Chamberlain S. Peterside, Ph.DTuesday, April 26, 2005
[email protected]
New York, NY, USA



(Text of Presentation at Panel Discussion of National Association of Seadogs and Institute of African Studies held at Columbia University, NY on April 23rd, 2005)


am truly honored to be here in your midst this afternoon to discuss black heritage with the well respected poet and noble laureate, Prof. Wole Soyinka and Major David Dinkins, first black Major of New York City.

The theme of this discussion is quite in tune with the times we live, given the growing interest in African affairs around the world. There is now an increased focus on poverty eradication in Africa, achievement of UN Millennium Development Goal (MDG), and recent creation of African Union/NEPAD, unveiling of Africa Commission Report in UK are some of the events that for the first time since after colonialization are gradually moving African issues to the center-stage in the global arena.

Archeological findings suggest that mankind originated from the African continent and through the process of migration over million of years became dispersed across the face of the earth. Black people today come in different shades and skin tones and could now be found in practically every continent on earth. It was the famous reggae singer Peter Tosh who ones said that "no matter where you come from, as long as you are a black man you are African" Some like Whoopy Goldberg (the Actress) will beg to disagree.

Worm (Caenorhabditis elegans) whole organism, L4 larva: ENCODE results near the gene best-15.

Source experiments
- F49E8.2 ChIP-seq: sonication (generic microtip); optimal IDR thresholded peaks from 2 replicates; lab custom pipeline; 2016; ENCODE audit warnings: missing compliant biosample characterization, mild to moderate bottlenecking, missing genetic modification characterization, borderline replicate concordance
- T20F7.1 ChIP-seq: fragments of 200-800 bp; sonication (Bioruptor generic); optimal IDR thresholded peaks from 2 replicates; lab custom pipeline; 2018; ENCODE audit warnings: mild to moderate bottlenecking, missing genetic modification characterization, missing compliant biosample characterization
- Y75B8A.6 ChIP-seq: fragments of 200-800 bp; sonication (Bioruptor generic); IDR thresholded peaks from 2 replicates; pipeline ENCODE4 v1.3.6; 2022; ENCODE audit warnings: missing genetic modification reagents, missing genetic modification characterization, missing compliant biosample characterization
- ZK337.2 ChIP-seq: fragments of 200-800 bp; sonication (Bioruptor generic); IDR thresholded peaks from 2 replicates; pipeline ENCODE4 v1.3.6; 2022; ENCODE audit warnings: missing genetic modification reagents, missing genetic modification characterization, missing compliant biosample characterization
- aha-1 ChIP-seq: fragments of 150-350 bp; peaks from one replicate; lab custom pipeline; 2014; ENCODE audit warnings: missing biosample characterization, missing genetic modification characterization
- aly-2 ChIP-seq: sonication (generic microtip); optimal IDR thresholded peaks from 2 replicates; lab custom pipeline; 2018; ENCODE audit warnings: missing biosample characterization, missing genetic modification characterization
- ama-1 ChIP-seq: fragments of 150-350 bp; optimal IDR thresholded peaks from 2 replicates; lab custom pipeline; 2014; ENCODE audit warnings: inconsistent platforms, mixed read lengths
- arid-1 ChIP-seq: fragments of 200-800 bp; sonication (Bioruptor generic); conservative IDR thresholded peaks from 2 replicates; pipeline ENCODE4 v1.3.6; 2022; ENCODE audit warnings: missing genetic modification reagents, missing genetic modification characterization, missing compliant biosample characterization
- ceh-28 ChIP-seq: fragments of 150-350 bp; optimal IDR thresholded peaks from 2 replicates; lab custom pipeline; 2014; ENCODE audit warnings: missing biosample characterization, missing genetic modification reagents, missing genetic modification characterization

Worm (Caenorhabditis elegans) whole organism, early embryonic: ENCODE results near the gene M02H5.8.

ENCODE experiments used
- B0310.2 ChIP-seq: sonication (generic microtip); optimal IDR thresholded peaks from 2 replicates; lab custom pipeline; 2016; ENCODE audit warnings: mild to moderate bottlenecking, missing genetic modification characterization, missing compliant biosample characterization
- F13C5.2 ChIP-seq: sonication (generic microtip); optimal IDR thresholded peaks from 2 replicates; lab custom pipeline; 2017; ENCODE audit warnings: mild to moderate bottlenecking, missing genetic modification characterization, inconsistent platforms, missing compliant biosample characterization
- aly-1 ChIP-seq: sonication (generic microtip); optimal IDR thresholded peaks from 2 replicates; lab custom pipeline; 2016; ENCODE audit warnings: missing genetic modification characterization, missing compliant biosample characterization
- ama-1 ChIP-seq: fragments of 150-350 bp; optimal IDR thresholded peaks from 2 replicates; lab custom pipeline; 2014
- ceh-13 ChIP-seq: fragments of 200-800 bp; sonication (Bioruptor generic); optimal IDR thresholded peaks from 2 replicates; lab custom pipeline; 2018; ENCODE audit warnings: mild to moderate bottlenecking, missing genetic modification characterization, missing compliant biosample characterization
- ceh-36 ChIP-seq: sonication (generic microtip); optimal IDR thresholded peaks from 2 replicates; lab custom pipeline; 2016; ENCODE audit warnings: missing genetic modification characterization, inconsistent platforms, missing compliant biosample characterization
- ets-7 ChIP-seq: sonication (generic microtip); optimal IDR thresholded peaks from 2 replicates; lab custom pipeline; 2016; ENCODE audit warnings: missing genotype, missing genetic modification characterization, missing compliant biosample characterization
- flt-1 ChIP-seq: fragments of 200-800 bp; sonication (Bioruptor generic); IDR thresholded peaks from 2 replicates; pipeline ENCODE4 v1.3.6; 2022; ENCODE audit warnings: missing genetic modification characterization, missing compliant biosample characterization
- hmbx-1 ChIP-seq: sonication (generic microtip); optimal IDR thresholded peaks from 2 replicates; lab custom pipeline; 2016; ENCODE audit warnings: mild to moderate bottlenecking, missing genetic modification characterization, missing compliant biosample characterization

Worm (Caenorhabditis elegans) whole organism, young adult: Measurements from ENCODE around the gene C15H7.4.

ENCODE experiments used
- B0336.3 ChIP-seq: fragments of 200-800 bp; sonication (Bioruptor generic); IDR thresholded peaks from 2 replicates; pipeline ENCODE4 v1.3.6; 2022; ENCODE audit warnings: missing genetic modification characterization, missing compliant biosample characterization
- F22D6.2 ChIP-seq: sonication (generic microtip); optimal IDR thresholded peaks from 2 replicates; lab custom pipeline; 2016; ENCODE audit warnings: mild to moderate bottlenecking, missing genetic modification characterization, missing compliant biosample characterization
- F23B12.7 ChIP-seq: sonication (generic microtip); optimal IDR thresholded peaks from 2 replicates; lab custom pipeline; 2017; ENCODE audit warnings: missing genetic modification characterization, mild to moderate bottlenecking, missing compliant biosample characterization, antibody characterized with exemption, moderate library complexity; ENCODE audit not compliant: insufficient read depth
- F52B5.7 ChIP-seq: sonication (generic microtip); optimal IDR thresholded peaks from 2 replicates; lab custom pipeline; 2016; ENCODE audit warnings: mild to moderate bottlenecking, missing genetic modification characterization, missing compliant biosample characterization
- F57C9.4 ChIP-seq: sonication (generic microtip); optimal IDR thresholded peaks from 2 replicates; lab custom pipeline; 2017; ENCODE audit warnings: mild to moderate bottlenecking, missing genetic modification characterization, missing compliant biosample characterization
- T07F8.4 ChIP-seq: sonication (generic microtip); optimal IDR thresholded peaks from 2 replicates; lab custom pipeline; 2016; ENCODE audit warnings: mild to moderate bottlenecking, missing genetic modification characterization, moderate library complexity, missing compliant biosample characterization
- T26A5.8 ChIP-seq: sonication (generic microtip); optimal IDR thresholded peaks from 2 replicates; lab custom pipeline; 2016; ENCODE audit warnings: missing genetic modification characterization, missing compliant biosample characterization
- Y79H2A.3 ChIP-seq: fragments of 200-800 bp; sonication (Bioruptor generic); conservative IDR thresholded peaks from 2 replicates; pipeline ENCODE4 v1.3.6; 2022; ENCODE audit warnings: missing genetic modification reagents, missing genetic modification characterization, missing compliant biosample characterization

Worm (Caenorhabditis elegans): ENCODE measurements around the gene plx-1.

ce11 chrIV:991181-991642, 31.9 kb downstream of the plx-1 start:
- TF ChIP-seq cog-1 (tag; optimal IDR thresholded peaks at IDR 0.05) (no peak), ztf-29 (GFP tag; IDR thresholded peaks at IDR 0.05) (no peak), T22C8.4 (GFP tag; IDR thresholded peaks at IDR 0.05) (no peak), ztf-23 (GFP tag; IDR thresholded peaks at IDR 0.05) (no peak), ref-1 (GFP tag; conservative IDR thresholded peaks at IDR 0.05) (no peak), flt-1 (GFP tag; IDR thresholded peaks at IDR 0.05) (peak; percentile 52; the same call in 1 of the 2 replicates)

By some estimate there are nearly 1 billion Africans worldwide, (nearly as much as the population of India). 800 million of these are resident in the continent, 40 million in North America, over 70-90 million in the Caribbean and Southern America (not many people here know that Brazil has the second largest black population in the world). The rest of black people are in Europe and Asia.

The key historical factor for the dispersal of Africans across the globe are two-fold: the transatlantic slave trade and in the post war era, migration of Africans overseas, this time by their own volition. UN report just published actually estimates that more Africans have migrated from the continent since 1990 than during the whole period of slavery.

Africans wherever they find themselves have been faced with a myriad of challenges such as maintaining their socio-cultural identity and achieving collective economic empowerment. Black people as a race have so far failed to pull its weight in the committee of nations due to poverty, mismanagement of its natural resources and lack of cohesion. Critics argue that much of Africa's problems are self-inflicted. That not withstanding the African culture is today still alive and well in several places outside the continent both in the Caribbean, North and South America as well as in Europe. The huge economic burden on the African race to my mind is one of the critical factors militating against the achievement of cultural integration and the necessary level of cohesion between those at home and in the Diaspora.

Earlier attempts to forge robust economic partnership and socio-cultural ties between the continent and the Diaspora had limited success. Legend has it that the Jamaican-born activist, Marcus Garvey even formed a shipping company - Black Star Line in the early part of twentieth century, for the purpose of repatriating Negroes back to Africa. Fortunately in recent years, there has been a rising level of cooperation on the political front between African leaders at home and in the Americas. US African-American political leadership has been instrumental in achieving recent political strides in Africa.